Applied Psychology (Counselling & Health) BSc (Hons)

This course is validated by: Lancaster University
Award: BSc (Hons) in Applied Psychology
Location: University Centre at Blackburn College
UCAS Code: C810
Code: ST3070A13
Fees: View fees and financial information
Validated by: Lancaster University
Study Mode: Full Time, Part Time
Duration: Full time: 3 academic years
Part time: 6 academic years
Start Dates: september 2018
september 2018
Term Dates: View term dates

Our BSc (Hons) Applied Psychology (Counselling & Health) is a traditional Honours degree in which you will study all the major aspects of Psychology but will focus in particular on the areas of Counselling & Health. You will study the application of psychological theory to the practice of psychotherapy.

This three year programme (if studied full-time) studies the application of psychological theory to the practice of psychotherapy. It won't train you in any one discipline of psychotherapy -& instead you'll cover a variety of subjects which will encourage critical thinking and overall understanding. You will study modules such as: Brain and Behaviour, Language, Individual Differences, Counselling and Clinical Psychology &Psychopharmacology amongst others.

In the first year you will study the basic disciplines of psychology including the cognitive and behavioural schools. The second year examines the theory and practice of a range of psychotherapies, drawing on the knowledge gained in the first year. You'll have the opportunity to practice your research skills in a minor research project during this year.

In the third year, you'll undertake a major research project and literature review in a subject of your own choice. There are further taught modules in advanced analysis of current issues in psychology and psychotherapy. This course provides the foundation for you to progress into a range of careers in a wide range of related fields, including counselling in private practice or in the NHS (with additional training), or work in the youth offending sector, domestic violence or schools programmes. The course will also develop many transferable skills which are of interest to all employers.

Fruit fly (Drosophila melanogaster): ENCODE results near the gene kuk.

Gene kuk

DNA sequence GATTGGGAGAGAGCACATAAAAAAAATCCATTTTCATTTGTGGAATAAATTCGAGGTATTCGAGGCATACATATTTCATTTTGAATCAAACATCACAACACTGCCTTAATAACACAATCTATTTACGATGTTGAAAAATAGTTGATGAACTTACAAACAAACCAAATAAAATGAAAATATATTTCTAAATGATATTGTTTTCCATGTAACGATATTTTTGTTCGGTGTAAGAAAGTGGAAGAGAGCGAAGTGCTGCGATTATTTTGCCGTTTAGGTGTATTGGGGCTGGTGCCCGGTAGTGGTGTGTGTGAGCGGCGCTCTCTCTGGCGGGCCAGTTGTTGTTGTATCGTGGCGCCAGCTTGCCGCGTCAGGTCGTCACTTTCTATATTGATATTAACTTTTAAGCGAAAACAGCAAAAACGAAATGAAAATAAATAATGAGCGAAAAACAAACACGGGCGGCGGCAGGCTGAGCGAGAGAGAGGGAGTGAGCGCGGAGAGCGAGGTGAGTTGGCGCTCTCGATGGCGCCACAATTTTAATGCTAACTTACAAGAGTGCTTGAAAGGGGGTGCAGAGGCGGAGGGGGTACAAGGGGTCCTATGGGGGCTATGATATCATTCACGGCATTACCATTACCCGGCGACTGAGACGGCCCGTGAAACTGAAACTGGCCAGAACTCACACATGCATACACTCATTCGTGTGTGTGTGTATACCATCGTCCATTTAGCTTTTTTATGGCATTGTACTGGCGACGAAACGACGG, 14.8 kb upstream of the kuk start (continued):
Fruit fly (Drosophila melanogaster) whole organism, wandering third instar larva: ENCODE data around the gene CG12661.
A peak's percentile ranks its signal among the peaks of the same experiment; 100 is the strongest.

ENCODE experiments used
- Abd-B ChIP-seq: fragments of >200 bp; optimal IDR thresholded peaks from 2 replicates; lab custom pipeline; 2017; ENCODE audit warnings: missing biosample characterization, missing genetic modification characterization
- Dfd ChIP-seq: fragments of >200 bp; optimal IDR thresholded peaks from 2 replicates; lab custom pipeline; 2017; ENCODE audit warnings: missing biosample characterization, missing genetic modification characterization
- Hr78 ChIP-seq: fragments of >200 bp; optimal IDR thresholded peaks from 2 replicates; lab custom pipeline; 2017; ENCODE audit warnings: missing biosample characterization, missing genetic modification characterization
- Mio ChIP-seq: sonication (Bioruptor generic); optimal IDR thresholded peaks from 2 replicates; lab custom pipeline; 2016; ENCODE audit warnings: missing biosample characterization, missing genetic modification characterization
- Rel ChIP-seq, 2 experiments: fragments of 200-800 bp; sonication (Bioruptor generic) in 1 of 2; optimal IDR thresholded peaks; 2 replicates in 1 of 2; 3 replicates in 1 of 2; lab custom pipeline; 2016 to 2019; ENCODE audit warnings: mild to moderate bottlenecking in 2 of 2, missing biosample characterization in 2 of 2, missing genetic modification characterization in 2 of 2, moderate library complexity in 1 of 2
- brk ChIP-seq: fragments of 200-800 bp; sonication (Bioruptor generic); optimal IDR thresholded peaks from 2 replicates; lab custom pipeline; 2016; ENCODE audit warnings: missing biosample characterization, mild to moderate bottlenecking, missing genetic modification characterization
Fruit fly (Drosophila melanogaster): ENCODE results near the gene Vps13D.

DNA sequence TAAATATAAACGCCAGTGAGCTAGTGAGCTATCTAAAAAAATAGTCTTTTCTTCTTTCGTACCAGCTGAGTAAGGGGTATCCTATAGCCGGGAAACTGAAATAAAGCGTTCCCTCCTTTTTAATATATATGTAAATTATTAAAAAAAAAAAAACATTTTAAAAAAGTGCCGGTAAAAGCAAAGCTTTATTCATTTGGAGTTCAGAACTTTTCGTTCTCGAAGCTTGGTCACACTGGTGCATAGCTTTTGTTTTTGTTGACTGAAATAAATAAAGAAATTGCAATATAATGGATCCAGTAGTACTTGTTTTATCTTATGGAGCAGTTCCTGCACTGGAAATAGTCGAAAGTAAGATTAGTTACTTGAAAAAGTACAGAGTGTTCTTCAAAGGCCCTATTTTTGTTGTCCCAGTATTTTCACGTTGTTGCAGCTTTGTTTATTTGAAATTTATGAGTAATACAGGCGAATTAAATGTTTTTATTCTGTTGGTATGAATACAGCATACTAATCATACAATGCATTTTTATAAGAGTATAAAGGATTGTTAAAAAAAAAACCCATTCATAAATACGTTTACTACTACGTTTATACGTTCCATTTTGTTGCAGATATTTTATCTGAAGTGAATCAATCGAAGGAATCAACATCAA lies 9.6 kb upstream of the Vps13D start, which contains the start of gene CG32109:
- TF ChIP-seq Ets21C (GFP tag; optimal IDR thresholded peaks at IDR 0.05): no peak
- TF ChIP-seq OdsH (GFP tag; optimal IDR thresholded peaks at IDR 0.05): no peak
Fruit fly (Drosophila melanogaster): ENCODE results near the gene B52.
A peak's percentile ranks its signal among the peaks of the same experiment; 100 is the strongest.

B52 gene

What will I study?

First year students will be introduced to the development of psychology from its philosophical roots to its modern day scientific basis. Year two will focus on the critical evaluation of psychotherapy and in the final year the emphasis is on your own learning in an area of psychotherapy/psychology which is of interest to you, together with some taught modules.

During the programme you will take part in a student conference which is for all students at the end of their degree. You will present your research to your peers, agencies, local employers and take part in a full range of seminars. Attendance at the BPS (British Psychological Society) Annual Student Conference is also encouraged as well as other conferences and exhibitions as they arise.

If you study full-time you will attend sessions two full days per week. Part-time study is two half day periods of study in College per week.

Modules include:

  • History, Context & Psychology
  • Introduction to Social Psychology
  • Introduction to Cognitive Psychology
  • Behavioural Psychology
  • Language
  • Individual Differences
  • Introduction to Counselling
  • Research Methods in Psychology 1
  • Client Centred and Behavioural Therapies
  • Cognitive Behavioural Therapy and Other Therapies
  • Issues in Counselling
  • Business Application
  • Research Methods in Psychology 2
  • Minor Research Project
  • Major Research Project
  • Clinical Psychology & Psychopharmacology
  • Professional Issues in Psychology
  • Advanced Critical Thinking in Counselling and Psychology
  • Literature Review

Download the Programme Specification for BSc (Hons) Applied Psychology (Counselling & Health). The Programme Specification will give you further information about the course structure, learning outcomes and detailed information about the assessment you can expect during the course.

Entry Requirements

You'll need 80 UCAS tariff points (formerly 200 UCAS points). All applicants must show that they have a good level of spoken or written English, and if English is not your first language you'll need to demonstrate the ability to study in English. Applicants who do not meet the standard entry criteria but have relevant work / life experience will be considered on an individual basis and may be invited to interview.

All applicants will have to interview successfully.